Sam remembers feeling embarrassed the first day he went back to school after his mother’s death. He wondered who knew and what were they going to say. He remembers that while his mom was living, if a friend would ask if he could come over, he wouldn’t tell them he had to stay with his mother to make sure she didn’t kill herself.
Following his mother’ suicide, Sam, Joe, and Joann grieved in different ways. They did not seek counseling.
Dad would be grieving and then he’d have a good day and then fall back into emptiness and despair. Then he’d be in his circle of recovery and not recovery. And the same for my sister and the same for me. Only rarely did our spheres connect or cross. . .We would just walk around like emotional zombies. But then you’d connect, briefly. But my family view was never the same. My balloon got popped. It never re-inflated completely.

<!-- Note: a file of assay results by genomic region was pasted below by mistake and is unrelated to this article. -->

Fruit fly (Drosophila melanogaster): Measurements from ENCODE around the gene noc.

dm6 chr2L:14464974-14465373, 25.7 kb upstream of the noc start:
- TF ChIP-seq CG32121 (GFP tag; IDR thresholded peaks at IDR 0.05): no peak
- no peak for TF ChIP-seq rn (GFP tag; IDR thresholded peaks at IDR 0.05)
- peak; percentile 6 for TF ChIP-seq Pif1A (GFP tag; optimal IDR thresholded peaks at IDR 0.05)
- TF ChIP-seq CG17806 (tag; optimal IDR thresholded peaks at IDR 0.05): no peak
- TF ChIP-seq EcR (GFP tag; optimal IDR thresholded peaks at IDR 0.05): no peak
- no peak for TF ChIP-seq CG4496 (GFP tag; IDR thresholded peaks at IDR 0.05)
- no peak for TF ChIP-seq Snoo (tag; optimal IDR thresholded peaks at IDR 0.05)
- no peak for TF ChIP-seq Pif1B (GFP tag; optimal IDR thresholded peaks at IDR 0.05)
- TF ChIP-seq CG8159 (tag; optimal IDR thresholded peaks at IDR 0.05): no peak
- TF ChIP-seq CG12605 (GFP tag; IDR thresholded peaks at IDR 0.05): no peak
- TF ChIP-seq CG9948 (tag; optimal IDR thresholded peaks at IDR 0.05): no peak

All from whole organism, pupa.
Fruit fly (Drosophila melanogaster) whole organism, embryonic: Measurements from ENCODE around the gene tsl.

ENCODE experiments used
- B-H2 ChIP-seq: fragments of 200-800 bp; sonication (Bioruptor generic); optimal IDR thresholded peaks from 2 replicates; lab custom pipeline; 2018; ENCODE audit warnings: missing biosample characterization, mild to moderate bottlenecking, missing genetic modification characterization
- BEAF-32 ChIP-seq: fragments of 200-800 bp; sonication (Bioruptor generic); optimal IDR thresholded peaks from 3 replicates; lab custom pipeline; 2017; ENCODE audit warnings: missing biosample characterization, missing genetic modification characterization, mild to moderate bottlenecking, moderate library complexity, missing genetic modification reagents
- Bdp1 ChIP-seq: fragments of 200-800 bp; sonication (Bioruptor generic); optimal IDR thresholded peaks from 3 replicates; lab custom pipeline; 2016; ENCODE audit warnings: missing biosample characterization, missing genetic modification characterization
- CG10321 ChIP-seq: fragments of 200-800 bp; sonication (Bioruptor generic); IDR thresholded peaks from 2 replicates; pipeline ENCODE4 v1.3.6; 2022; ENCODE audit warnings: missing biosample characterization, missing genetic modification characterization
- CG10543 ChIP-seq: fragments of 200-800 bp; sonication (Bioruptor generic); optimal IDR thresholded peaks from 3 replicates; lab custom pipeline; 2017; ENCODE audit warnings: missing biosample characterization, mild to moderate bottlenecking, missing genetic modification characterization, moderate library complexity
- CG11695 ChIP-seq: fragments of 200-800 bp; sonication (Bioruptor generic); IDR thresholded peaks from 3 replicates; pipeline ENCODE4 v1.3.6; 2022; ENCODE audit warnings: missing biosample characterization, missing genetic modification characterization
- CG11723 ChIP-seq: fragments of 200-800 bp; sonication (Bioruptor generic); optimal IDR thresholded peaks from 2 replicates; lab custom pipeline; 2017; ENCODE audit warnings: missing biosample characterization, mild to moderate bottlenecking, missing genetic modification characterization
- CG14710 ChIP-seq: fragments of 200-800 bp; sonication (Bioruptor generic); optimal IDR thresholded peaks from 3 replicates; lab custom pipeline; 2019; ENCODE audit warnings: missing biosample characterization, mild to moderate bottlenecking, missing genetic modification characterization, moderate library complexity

In the next years, Sam focused on activities with peers, but he does recall a moment when he realized the sacrifices his dad was making.
I will always remember I was excited to go out on a Friday night and I’m sure my sister was doing something—she was just 14 or 15. Dad was doing the laundry on a Friday night at 7 p.m. very dutifully. That was the first time that I thought about his needs.
Both Sam and Joann struggled to find stability following their mother’s death. Sam reported he drank to became “numb.” He explained, “Pretty much I was drunk for many, many years to come.” His sister got involved with a rougher crowd, engaging with drugs and shoplifting. Both initially blamed themselves for their mother’s death. For a long time, Sam believed his mother died because she did not want him to take the job at the restaurant. Twenty years later his sister told him that she thought their mom died because she wanted a puppy for her birthday.